A startup in Israel is launching what it describes as the world’s first completely hands-free underwater “smart scooter.”
KikFin has produced a jetpack with fins that straps onto a swimmer’s back and propels them though the water faster than Olympic champion Michael Phelps.
It also attaches to surfboards, helping beginners as they learn to catch a wave.
Swimmers have always welcomed an underwater boost – ever since sailors first adapted torpedoes during World War II.
Technology has moved on since then, and there’s now a huge range of sea scooters (also known as diver propulsion vehicles) on the market.
They provide an extra oomph for amateur snorkellers and professional scuba divers alike.
But the one big drawback has always been that swimmers have to hold tight to the handles as they’re pulled through water. Until now.
Amihay Mines, CEO of KikFin, says his jetpack is a game changer, not just because it frees up the user’s hands, but also because it “bio-mimics” dolphins and other mammals.
The hydrodynamic wings allow the swimmer to change direction with the slightest movement of their head.
“It literally feels like you’re flying underwater,” Mines tells NoCamels. “The water just flows all over your body.”
Swimmers also control the five-speed motor remotely controlled with a glove that responds to a push of their finger.
KikFin incorporates specially developed wireless technology, currently used only by the military, that allows communication through both air and water.
It also comes with a safety feature that can limit the swimmer’s depth or distance from their start point, and an app that tracks their speed, location and performance.
It will be aimed initially at recreational users when it launches commercially early next year.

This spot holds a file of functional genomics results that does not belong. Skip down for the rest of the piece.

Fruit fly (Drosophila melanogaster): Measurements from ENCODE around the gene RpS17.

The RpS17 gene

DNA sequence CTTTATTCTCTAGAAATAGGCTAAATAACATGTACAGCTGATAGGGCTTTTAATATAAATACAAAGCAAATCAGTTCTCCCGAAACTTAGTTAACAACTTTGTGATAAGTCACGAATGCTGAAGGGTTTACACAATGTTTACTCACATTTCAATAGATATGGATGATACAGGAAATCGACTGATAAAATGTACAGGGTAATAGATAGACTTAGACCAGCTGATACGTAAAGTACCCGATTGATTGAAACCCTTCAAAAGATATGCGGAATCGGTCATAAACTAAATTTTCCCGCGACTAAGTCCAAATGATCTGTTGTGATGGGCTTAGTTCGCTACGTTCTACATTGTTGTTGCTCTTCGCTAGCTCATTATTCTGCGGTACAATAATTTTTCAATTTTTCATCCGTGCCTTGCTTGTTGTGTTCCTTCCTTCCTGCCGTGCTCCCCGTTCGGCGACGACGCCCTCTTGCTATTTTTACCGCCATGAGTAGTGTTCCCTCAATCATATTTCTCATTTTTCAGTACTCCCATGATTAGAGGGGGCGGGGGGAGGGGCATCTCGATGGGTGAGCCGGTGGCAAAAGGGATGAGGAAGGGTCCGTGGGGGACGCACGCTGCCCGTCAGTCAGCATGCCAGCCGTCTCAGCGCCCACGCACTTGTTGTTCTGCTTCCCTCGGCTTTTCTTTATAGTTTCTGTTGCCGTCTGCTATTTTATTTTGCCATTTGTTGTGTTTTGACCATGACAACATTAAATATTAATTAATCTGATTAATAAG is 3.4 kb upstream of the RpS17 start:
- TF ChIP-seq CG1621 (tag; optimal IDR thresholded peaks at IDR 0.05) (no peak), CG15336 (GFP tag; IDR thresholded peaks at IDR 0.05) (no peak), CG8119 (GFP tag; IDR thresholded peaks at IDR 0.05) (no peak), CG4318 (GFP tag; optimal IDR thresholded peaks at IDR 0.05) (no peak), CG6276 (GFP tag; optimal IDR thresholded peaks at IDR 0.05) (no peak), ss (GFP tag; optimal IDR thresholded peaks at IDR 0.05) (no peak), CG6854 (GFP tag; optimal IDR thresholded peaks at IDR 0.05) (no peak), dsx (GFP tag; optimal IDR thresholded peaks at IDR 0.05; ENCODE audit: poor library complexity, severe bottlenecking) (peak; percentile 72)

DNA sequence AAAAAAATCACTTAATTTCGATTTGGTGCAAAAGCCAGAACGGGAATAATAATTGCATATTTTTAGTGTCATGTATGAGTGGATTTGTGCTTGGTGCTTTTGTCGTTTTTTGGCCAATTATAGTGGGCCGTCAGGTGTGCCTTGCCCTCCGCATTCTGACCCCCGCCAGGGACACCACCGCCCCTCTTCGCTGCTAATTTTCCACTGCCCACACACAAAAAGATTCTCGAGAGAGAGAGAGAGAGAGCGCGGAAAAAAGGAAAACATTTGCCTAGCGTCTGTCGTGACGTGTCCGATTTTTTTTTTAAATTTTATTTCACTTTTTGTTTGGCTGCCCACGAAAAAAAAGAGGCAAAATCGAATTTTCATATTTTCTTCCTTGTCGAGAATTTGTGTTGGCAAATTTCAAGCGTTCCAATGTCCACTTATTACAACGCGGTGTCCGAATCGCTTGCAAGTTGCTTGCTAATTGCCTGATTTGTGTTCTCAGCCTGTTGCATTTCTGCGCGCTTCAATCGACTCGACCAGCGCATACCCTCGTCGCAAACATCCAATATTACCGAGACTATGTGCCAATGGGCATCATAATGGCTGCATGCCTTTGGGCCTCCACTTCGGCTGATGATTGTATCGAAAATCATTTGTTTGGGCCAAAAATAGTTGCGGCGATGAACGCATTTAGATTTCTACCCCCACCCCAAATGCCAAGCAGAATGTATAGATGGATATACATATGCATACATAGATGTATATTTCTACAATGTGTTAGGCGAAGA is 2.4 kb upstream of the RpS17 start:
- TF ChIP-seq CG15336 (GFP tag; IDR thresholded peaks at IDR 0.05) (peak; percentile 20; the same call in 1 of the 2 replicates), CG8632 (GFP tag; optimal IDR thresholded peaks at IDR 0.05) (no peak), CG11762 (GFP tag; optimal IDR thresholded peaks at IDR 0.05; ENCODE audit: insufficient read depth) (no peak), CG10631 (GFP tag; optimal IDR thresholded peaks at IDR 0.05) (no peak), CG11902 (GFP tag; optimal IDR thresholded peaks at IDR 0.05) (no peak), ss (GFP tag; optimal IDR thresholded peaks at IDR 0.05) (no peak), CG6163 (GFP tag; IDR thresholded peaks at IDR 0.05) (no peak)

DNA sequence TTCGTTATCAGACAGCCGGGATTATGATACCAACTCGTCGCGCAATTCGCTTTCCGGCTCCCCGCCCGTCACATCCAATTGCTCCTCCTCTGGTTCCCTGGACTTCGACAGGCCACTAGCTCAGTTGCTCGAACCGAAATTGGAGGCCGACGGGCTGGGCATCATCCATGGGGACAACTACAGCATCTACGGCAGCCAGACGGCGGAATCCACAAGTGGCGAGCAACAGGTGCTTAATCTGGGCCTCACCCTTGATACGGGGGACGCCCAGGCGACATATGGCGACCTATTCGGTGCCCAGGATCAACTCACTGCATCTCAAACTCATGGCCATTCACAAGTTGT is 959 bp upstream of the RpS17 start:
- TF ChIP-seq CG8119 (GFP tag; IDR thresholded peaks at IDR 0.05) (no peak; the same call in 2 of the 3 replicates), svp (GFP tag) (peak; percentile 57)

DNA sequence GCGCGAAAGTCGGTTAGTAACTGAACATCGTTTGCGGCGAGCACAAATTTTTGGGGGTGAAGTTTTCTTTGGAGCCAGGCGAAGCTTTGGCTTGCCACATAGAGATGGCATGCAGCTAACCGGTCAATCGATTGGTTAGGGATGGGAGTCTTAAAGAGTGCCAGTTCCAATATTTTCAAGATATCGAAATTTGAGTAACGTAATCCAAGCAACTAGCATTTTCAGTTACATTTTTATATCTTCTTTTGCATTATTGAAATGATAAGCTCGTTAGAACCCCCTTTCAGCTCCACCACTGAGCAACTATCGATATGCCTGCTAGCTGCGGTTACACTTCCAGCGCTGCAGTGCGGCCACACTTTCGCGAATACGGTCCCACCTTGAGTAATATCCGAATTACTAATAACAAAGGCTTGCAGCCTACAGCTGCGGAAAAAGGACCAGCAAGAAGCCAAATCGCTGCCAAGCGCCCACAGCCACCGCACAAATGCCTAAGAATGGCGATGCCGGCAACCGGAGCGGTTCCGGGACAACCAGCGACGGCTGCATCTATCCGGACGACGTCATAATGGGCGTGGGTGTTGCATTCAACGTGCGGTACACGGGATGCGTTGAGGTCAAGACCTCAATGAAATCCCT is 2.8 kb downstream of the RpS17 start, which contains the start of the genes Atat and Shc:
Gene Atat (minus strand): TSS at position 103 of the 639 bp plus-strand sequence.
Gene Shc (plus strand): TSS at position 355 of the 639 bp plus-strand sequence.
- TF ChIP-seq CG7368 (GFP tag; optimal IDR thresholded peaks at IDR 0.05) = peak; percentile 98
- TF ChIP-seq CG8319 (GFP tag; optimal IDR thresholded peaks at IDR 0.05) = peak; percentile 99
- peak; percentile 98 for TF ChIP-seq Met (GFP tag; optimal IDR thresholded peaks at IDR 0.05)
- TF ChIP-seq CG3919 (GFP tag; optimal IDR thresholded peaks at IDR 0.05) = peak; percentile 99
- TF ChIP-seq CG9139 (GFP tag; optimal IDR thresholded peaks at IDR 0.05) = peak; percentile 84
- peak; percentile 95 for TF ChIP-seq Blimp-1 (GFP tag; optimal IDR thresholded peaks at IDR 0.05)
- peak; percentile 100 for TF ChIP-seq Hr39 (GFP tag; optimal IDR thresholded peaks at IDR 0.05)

But Mines says it will also offer huge advantages to professional divers in any sphere – oil and gas rigs, rescue services, fish farms, the military and beyond – who needs to use their hands.
Kateryna Sadurska from Ukraine, the freediving world champion, tried the KikFin.
“It brings an amazing feeling,” she said. “Your arms are free, you don’t need to use your fins. It’s much easier to do safety and enjoy being underwater and feel yourself like a water angel.”
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Mines was a keen surfer growing up near Palmahim beach, in central Israel. He studied mechanical engineering at university, where he started working on an early version of the KikFin.
At the time, it was designed to fit onto a surfboard, opening up a new world to surfers with disabilities through a group called Wave-ability.
“My passion was to see people with disabilities take the control and enjoy the thrill and the excitement of catching a wave,” he says.
“I designed that fin with a professor of hydrodynamic in my university, creating a thruster to attach to a surfboard.”
The next step was to modify the fin for able-bodied swimmers, giving them extra speed and agility.
It was a long process of trial and error. “It took four years of working from six in the morning until two at night,” he says. “Countless underwater machines broke or let water in. More than 1,000 fins went into the garbage.”
Eventually Mines and his small team, based in Tel Aviv, perfected the KikFin. “It’s literally a dream come true,” he says. “I was flying underwater in my dreams, and now I’m doing it for real.
“When people see me on the beach with the KikFin and realize it’s a proper working product they get so excited and want to know when they can buy one.
“There are many underwater scooters on the market but there isn’t that’s anything like as sophisticated or as much fun.”
Different versions of KikFin are available. For swimmers and surfers it is worn as a vest, and for surfers and stand up paddleboarders (SUP), it fits on their board.
It provides a particularly useful boost for beginners, who often give up because they can’t otherwise gain enough speed to catch a wave.
KikFin propels users underwater at 9km an hour and on the surface at up to 12km an hour. An average swimmer can manage 3km an hour. Michael Phelps, winner of 28 Olympic swimming medals, achieved 8.8km an hour when he broke the world record for 100 meters butterfly.
The device works at depths of 40 meters and has an hour of power at full speed and uses a rechargeable battery that can be changed underwater.
It’s been tested in over 5,000 hours of underwater swimming at Eilat, Israel’s Red Sea resort, with 50 testers aged 12 to 80.
There is another device currently on the market, Cudajet, which is also a hands-free jetpack. Mines says it doesn’t have the wings that make his device so maneuverable, or the underwater wireless control.